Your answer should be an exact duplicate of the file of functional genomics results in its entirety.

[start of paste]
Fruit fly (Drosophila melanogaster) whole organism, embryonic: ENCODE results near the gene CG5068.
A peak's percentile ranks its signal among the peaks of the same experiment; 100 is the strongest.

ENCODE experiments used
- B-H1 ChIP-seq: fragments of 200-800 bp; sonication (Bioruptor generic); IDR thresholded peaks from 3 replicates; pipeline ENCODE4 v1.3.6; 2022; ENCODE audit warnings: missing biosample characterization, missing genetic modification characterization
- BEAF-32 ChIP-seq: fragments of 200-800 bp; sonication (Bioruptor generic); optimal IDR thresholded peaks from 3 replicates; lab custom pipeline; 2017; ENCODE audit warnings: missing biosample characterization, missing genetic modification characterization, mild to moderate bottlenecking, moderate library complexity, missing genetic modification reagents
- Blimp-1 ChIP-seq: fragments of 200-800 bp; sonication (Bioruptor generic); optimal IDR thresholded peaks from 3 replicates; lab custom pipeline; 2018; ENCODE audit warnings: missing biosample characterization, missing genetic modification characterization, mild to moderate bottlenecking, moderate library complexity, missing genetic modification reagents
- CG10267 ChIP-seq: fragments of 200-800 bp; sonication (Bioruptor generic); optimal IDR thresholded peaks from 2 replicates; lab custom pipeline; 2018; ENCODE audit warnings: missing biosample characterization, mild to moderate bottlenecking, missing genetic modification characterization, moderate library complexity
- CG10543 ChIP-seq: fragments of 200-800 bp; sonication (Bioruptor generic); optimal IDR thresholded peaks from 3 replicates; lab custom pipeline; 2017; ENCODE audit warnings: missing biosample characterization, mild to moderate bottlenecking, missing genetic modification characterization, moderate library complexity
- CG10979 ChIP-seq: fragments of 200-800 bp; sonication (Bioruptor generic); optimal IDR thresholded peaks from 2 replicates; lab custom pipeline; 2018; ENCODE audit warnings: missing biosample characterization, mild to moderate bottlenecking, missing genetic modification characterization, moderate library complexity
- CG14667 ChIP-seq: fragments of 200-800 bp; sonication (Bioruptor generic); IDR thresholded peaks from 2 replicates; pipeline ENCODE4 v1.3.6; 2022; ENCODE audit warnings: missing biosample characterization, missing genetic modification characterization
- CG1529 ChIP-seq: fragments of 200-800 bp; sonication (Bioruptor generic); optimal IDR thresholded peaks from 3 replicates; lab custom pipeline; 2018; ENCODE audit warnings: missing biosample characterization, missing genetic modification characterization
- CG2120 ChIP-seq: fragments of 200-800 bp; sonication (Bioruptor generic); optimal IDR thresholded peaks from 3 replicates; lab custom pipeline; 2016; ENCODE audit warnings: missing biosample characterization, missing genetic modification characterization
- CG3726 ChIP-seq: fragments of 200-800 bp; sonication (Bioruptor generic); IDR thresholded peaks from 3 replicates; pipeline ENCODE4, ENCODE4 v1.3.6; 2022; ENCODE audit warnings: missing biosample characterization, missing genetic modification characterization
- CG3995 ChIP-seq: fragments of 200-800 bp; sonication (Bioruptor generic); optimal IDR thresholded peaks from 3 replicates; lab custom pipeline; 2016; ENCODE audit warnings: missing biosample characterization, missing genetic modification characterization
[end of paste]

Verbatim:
Fruit fly (Drosophila melanogaster) whole organism, embryonic: ENCODE results near the gene CG5068.
A peak's percentile ranks its signal among the peaks of the same experiment; 100 is the strongest.

ENCODE experiments used
- B-H1 ChIP-seq: fragments of 200-800 bp; sonication (Bioruptor generic); IDR thresholded peaks from 3 replicates; pipeline ENCODE4 v1.3.6; 2022; ENCODE audit warnings: missing biosample characterization, missing genetic modification characterization
- BEAF-32 ChIP-seq: fragments of 200-800 bp; sonication (Bioruptor generic); optimal IDR thresholded peaks from 3 replicates; lab custom pipeline; 2017; ENCODE audit warnings: missing biosample characterization, missing genetic modification characterization, mild to moderate bottlenecking, moderate library complexity, missing genetic modification reagents
- Blimp-1 ChIP-seq: fragments of 200-800 bp; sonication (Bioruptor generic); optimal IDR thresholded peaks from 3 replicates; lab custom pipeline; 2018; ENCODE audit warnings: missing biosample characterization, missing genetic modification characterization, mild to moderate bottlenecking, moderate library complexity, missing genetic modification reagents
- CG10267 ChIP-seq: fragments of 200-800 bp; sonication (Bioruptor generic); optimal IDR thresholded peaks from 2 replicates; lab custom pipeline; 2018; ENCODE audit warnings: missing biosample characterization, mild to moderate bottlenecking, missing genetic modification characterization, moderate library complexity
- CG10543 ChIP-seq: fragments of 200-800 bp; sonication (Bioruptor generic); optimal IDR thresholded peaks from 3 replicates; lab custom pipeline; 2017; ENCODE audit warnings: missing biosample characterization, mild to moderate bottlenecking, missing genetic modification characterization, moderate library complexity
- CG10979 ChIP-seq: fragments of 200-800 bp; sonication (Bioruptor generic); optimal IDR thresholded peaks from 2 replicates; lab custom pipeline; 2018; ENCODE audit warnings: missing biosample characterization, mild to moderate bottlenecking, missing genetic modification characterization, moderate library complexity
- CG14667 ChIP-seq: fragments of 200-800 bp; sonication (Bioruptor generic); IDR thresholded peaks from 2 replicates; pipeline ENCODE4 v1.3.6; 2022; ENCODE audit warnings: missing biosample characterization, missing genetic modification characterization
- CG1529 ChIP-seq: fragments of 200-800 bp; sonication (Bioruptor generic); optimal IDR thresholded peaks from 3 replicates; lab custom pipeline; 2018; ENCODE audit warnings: missing biosample characterization, missing genetic modification characterization
- CG2120 ChIP-seq: fragments of 200-800 bp; sonication (Bioruptor generic); optimal IDR thresholded peaks from 3 replicates; lab custom pipeline; 2016; ENCODE audit warnings: missing biosample characterization, missing genetic modification characterization
- CG3726 ChIP-seq: fragments of 200-800 bp; sonication (Bioruptor generic); IDR thresholded peaks from 3 replicates; pipeline ENCODE4, ENCODE4 v1.3.6; 2022; ENCODE audit warnings: missing biosample characterization, missing genetic modification characterization
- CG3995 ChIP-seq: fragments of 200-800 bp; sonication (Bioruptor generic); optimal IDR thresholded peaks from 3 replicates; lab custom pipeline; 2016; ENCODE audit warnings: missing biosample characterization, missing genetic modification characterization